A new series of Easy Meals 🌞
Happy Tuesday. I thought I’d pop into your inbox and give you a peek under the (range) hood. 😜
I have so many meals that I make that I never add to the site. I know everyone has recipes like this in their rotation: the easy meals you can whip up with one eye closed, that you change endlessly depending on what’s in your crisper, and that you can have done in less than an hour from cutting board to table.
I thought it would be fun to start an Easy Meals series…maybe? Dare I utter that into the universe? One of my worst habits is starting things I never finish, but if you all like the concept, I’ll definitely draft up more in the future.
The version I make most often is one that strips everything down to the most basic of the basics. Why? Because to be honest with you…when I’m making a quick dinner after a tiresome day at work, I am NOT under any circumstances mincing garlic. It’s my least favorite kitchen task, so this Easy Meal removes it from the process so I have one less barrier to deliciousness.
I make this recipe almost weekly, sometimes twice a week. It’s just onion, mushrooms, coconut milk, Thai curry paste, tofu, cabbage, and noodles. Sometimes I skip the mushrooms, sometimes I add scallions or sliced bell peppers. Sometimes I use shrimp instead of tofu, but since I try to eat a vegetarian dinner once or twice a week, tofu is my typical protein choice.
What you need:
Curry paste: I’ve mentioned this over and over, but I have a very strong preference for Maesri curry paste. My favorites are the green curry, red curry, and Panang curry. I have tons of these in my cabinet that I can’t wait to try. Depending on the curry paste, it may have different ways of being prepared. For instance, prik khing is a dry curry that doesn’t have coconut milk in it. Green, red, yellow, and Panang curry to name a few are made with coconut milk, so that’s usually my starting point with my soup. While this is a ‘fusion’ recipe, I do like to take the original intentions of the pastes into consideration.
Veggies & Protein: Use what you like. This is the perfect vehicle for scrap veggies. I usually do some combination of onion, mushroom, cabbage, and bell peppers. You can use green cabbage or Napa. You can also make this with chopped bok choy or spinach. Sometimes I throw in sugar snap peas, sometimes I don’t. I also like some minced scallions added in at the end. For my weekly meal, I always use cubed soft tofu.
Coconut milk: I use full-fat coconut milk. You will ‘crack’ the coconut, so try to avoid light coconut milk as you want something with a good fat layer on top.
Noodles: Rice noodles are the top choice, but I also like it with super quick cooking ramen. I love the frozen ramen by Sun Noodles because it only takes 3 minutes to cook. In tonight’s case, all I had was Ocean’s Halo ramen. These are very thin and cook very quickly. While I do prefer somewhat thicker noodles, these are perfect in a pinch.
Toppings: I always keep a jar of fried shallots or fried red onions in my cupboard. Otherwise, minced scallions, cilantro, or a few Thai basil leaves are nice. If you have lime, I strongly suggest serving with a lime wedge. I was so bummed that I didn’t have limes tonight, but it was still delicious.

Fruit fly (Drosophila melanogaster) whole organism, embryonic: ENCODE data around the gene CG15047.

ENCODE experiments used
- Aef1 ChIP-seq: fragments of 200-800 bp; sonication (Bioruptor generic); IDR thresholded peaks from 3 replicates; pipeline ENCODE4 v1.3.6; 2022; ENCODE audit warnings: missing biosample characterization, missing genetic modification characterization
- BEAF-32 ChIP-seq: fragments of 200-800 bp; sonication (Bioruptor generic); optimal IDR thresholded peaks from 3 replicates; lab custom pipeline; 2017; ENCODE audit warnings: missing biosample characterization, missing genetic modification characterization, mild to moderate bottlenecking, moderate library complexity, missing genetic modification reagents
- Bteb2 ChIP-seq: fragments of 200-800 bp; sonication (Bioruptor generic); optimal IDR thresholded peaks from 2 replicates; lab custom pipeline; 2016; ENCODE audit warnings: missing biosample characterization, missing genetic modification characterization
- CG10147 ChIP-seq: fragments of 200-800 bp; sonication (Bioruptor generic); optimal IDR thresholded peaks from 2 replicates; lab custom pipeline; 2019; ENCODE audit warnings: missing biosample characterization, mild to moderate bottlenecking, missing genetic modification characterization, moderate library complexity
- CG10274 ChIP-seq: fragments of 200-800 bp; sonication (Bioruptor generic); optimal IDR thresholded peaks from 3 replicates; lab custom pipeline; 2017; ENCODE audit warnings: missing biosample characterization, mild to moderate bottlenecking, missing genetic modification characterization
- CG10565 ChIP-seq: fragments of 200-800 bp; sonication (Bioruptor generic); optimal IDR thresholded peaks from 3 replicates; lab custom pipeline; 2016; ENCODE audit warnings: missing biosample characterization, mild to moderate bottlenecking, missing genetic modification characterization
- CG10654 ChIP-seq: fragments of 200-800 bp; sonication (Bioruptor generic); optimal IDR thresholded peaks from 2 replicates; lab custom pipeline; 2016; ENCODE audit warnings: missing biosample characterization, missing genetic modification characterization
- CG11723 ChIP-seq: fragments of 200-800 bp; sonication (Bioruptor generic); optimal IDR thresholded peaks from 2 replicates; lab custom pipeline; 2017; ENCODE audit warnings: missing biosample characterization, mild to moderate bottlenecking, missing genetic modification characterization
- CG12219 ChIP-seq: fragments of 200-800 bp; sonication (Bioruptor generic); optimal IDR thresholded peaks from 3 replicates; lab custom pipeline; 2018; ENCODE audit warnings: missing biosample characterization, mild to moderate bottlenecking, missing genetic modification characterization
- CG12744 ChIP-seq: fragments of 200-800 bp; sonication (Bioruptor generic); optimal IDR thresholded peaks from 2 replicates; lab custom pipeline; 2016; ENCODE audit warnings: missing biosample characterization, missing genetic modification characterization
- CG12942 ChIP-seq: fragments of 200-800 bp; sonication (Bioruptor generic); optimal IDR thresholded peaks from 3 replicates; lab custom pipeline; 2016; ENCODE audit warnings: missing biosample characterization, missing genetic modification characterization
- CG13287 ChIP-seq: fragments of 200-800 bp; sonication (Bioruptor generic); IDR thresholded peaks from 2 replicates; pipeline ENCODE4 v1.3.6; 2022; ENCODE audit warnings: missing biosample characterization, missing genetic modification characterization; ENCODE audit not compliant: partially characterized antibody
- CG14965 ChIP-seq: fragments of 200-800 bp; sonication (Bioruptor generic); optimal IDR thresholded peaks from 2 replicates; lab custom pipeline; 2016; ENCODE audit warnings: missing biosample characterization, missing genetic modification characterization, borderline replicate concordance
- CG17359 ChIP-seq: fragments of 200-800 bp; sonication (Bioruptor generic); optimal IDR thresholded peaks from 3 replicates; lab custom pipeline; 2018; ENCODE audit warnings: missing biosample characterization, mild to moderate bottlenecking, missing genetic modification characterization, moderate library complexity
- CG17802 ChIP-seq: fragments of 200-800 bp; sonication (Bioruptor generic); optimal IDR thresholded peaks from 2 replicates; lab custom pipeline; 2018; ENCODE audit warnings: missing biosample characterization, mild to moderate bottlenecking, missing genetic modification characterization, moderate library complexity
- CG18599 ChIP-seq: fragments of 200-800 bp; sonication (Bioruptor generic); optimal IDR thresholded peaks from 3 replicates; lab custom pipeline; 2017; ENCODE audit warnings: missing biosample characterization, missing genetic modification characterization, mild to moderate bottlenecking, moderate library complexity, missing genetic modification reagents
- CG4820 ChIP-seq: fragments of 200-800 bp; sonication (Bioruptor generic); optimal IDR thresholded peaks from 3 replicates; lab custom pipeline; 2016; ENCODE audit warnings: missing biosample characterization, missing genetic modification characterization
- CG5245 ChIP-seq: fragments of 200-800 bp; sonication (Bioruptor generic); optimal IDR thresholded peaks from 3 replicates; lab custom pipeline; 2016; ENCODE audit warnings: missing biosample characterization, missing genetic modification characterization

How to make it:
Brown the veggies: If using mushrooms, I like to get them to the nice golden brown color you see above. Remove them from the pot.
Crack the coconut: I learned about this method in Cook’s Illustrated and on Nyonya Cooking, and it’s one method that has completely leveled up the Thai-style curries I make at home. I don’t think I’ve perfected the art yet, but every time I make it, it’s delicious. I probably crack it a little TOO much, but every time, the result is heavenly.
The premise is that you add the top layer of solidified fat from the can of coconut milk to the pot. Let it melt and then keep going. Fry the coconut milk over medium heat until it begins to separate. You’ll see the liquid evaporate out of the oil and you may get a few little spurts of hot oil in your face (ask how I know…). Once it’s separated, add the paste to the pot. Let it sizzle and cook into the fat. It makes for the richest, most luxurious curry ever. From there, add in the rest of the milk from the can, and–because this is soup–a few canfuls of water.
Simmer the soup: Add in the cooked mushrooms and onions, the white, crunchy part of the cabbage, and the cubed tofu. Simmer it for 20 minutes. While the soup simmers, boil up the noodles. If you plan on eating everything in one sitting, you can boil them straight in the soup. I don’t recommend it, but I have done it and will probably do it again on nights when I’m not in the mood to break out another pot.
Finish it up: Add in the green parts of the cabbage and scallion whites if you want. As soon as the cabbage is wilted, you’re ready to eat.
Serve it up: I should have put it in a tureen, but I’m just not there mentally tonight, so service from the pot it is. I put the noodles in the bowl and served the soup with a few garnishes on the side.
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